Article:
- The Washington Times - Monday, July 5, 2004


Islamists break up pro-Saddam rally

FALLUJAH — Islamist militants prevented a group of Saddam Hussein loyalists from holding a march yesterday to show solidarity with the ousted Iraqi dictator.

About 20 cars with armed, masked mujahideen forced about 100 people gathered for the rally to disperse. Islamic radicals were frequently targeted by Saddam and have little sympathy for the former leader, who appeared before a court last week.

“God gave victory to Fallujah, because it’s a Muslim [city], because it’s applying Islamic law,” one of the militants said, according to witnesses. “We don’t want our victory to go to Saddam.”


Survey finds doubts about Egyptian role

JERUSALEM — Almost half of Palestinians oppose Egypt’s offer of a security role in the Gaza Strip if Israel withdraws settlers, according to a poll released yesterday.

The poll found surging popularity for Islamic militants, who think that Egyptian security forces could tie their hands in a conflict with Israel if it keeps Gaza sealed off and effectively annexes parts of the West Bank after a pullout.

Egypt has offered to send up to 200 security experts to Gaza to help maintain order after Jewish settlers leave. Fifty-one percent of Gaza Palestinians favored an Egyptian presence, with 46 percent opposed, the poll found.


Military observers leaving northern Iraq

ISTANBUL — Turkey is withdrawing the last of its military observers from northern Iraq, where they had been deployed since 1997 to oversee a cease-fire between two rival Kurdish factions, a government official said yesterday.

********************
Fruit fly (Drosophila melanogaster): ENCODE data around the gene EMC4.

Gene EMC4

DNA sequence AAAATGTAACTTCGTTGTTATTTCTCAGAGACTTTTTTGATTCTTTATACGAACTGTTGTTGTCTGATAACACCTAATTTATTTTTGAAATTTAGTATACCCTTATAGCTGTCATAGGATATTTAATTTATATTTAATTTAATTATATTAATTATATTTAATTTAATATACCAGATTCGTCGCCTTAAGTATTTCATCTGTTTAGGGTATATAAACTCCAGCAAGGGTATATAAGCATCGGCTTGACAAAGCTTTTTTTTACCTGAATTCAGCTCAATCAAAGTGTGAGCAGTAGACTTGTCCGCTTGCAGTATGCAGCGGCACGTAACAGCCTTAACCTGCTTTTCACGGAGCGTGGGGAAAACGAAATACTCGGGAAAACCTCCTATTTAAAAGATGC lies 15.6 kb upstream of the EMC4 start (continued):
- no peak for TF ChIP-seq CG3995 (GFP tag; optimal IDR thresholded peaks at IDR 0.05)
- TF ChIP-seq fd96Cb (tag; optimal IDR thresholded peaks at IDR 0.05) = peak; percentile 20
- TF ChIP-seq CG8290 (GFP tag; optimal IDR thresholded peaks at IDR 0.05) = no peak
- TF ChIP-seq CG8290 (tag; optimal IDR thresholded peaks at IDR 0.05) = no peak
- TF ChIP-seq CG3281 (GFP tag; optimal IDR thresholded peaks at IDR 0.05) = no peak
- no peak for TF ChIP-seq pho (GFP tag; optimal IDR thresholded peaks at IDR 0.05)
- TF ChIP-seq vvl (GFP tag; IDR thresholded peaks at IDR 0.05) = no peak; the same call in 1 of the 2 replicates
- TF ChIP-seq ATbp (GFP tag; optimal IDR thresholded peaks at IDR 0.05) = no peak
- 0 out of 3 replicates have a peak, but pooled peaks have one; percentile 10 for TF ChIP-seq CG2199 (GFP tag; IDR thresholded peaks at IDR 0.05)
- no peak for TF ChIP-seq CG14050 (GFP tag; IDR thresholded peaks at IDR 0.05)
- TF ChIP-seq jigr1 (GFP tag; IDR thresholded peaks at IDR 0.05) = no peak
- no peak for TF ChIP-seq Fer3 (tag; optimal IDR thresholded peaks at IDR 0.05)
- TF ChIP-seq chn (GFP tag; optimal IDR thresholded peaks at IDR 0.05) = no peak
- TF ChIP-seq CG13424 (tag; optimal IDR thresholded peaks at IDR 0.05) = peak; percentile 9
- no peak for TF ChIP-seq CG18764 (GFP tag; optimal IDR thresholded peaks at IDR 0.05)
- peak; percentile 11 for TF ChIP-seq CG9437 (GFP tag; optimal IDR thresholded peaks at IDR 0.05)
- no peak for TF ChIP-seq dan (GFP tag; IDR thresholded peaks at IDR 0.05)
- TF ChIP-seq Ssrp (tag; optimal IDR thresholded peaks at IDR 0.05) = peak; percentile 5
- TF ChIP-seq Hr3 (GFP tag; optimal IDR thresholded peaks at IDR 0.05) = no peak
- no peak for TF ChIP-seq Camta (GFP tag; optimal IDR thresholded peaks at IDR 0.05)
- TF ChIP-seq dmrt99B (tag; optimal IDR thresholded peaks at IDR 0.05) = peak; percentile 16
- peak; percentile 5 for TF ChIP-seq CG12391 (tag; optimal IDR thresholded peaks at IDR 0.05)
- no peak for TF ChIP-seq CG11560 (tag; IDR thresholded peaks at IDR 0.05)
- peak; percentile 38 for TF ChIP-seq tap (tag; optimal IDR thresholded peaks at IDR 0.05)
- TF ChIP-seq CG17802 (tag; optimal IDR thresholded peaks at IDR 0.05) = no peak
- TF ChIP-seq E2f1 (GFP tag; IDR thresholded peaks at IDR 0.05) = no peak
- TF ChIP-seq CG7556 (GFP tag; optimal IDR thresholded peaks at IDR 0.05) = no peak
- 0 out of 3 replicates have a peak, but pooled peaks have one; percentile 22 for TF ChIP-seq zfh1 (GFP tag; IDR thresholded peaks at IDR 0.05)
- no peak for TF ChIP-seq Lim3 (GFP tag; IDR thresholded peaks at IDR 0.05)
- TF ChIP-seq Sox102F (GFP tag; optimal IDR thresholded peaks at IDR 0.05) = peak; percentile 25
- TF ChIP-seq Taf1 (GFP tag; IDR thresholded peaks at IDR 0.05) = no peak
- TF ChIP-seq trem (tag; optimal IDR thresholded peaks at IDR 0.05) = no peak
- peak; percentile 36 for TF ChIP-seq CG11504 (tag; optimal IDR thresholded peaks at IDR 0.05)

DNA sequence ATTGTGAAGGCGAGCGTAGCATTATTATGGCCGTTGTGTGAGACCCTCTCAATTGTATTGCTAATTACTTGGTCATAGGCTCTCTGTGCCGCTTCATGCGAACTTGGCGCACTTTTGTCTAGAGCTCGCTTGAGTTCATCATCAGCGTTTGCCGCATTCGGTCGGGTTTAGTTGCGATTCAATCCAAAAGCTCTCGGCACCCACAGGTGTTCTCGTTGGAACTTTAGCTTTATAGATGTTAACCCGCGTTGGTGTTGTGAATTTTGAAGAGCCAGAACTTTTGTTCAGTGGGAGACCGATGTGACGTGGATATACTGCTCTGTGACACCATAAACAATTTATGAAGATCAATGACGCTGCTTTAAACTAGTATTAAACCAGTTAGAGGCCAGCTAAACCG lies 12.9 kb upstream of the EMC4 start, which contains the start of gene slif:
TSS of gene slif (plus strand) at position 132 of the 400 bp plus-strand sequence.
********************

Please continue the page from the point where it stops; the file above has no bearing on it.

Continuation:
There will be no reduction, however, in the several thousand Turkish soldiers who have been hunting Turkish Kurdish rebels in the mountains of northern Iraq for years, the official said.

The Turkish military observers were sent to supervise a truce between the Patriotic Union of Kurdistan and the Kurdish Democratic Party. The official said the withdrawal would take place in the coming days.


Secret services find al Qaeda-linked camp

PARIS — Libyan secret services have discovered a desert operations camp belonging to an Algerian Islamic militant group linked to al Qaeda, a French newspaper said yesterday.

Le Journal du Dimanche said Libyan agents found the Salafist Group for Preaching and Combat (GSPC) camp 10 days ago in the mountainous region of Tibesti, which spans Libya’s southern border with Chad.

The newspaper said the GSPC was recruiting in the region and buying weapons with ransom money paid for the release of European tourists taken hostage in the Algerian Sahara last year.


Pope offers hopes for happy holidays

VATICAN CITY — Pope John Paul II yesterday, preparing for his Alps vacation, offered wishes for relaxing holidays for families going on summer vacations.

John Paul leaves today for Valle D’Aosta, in northwest Italy, where he will stay in a mountain chalet in the shadow of Mont Blanc until July 17. He will spend the rest of the summer in the papal palace at Castel Gandolfo.

“While I get ready for these brief holidays, my thought goes to the families who have planned their vacation in this period — to all, I hope they spend it in serene relaxation,” the pope said.

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